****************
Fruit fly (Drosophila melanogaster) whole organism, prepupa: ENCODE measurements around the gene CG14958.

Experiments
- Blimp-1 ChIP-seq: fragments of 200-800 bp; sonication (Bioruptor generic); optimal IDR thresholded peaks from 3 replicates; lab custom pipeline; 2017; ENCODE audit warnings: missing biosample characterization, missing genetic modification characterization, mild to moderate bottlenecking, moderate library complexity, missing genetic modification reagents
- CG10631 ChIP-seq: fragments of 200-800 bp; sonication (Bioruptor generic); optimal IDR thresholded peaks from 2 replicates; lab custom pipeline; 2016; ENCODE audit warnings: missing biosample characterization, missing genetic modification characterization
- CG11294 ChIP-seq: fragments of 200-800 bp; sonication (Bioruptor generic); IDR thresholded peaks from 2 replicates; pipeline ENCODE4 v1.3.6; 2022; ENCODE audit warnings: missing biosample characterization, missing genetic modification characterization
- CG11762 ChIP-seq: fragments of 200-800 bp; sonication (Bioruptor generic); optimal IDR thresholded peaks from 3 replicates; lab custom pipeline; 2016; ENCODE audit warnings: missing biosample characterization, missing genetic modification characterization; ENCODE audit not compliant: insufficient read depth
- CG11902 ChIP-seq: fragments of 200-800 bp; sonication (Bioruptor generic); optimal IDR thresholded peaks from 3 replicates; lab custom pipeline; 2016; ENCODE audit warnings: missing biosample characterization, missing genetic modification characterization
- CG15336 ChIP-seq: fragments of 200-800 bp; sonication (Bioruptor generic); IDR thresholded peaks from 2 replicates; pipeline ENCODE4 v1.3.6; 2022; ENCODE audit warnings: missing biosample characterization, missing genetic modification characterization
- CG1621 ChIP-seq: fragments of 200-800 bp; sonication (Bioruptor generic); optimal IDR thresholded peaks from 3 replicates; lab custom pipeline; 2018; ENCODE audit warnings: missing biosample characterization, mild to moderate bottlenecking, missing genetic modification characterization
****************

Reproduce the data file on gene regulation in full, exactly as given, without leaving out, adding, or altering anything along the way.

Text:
Fruit fly (Drosophila melanogaster) whole organism, prepupa: ENCODE measurements around the gene CG14958.

Experiments
- Blimp-1 ChIP-seq: fragments of 200-800 bp; sonication (Bioruptor generic); optimal IDR thresholded peaks from 3 replicates; lab custom pipeline; 2017; ENCODE audit warnings: missing biosample characterization, missing genetic modification characterization, mild to moderate bottlenecking, moderate library complexity, missing genetic modification reagents
- CG10631 ChIP-seq: fragments of 200-800 bp; sonication (Bioruptor generic); optimal IDR thresholded peaks from 2 replicates; lab custom pipeline; 2016; ENCODE audit warnings: missing biosample characterization, missing genetic modification characterization
- CG11294 ChIP-seq: fragments of 200-800 bp; sonication (Bioruptor generic); IDR thresholded peaks from 2 replicates; pipeline ENCODE4 v1.3.6; 2022; ENCODE audit warnings: missing biosample characterization, missing genetic modification characterization
- CG11762 ChIP-seq: fragments of 200-800 bp; sonication (Bioruptor generic); optimal IDR thresholded peaks from 3 replicates; lab custom pipeline; 2016; ENCODE audit warnings: missing biosample characterization, missing genetic modification characterization; ENCODE audit not compliant: insufficient read depth
- CG11902 ChIP-seq: fragments of 200-800 bp; sonication (Bioruptor generic); optimal IDR thresholded peaks from 3 replicates; lab custom pipeline; 2016; ENCODE audit warnings: missing biosample characterization, missing genetic modification characterization
- CG15336 ChIP-seq: fragments of 200-800 bp; sonication (Bioruptor generic); IDR thresholded peaks from 2 replicates; pipeline ENCODE4 v1.3.6; 2022; ENCODE audit warnings: missing biosample characterization, missing genetic modification characterization
- CG1621 ChIP-seq: fragments of 200-800 bp; sonication (Bioruptor generic); optimal IDR thresholded peaks from 3 replicates; lab custom pipeline; 2018; ENCODE audit warnings: missing biosample characterization, mild to moderate bottlenecking, missing genetic modification characterization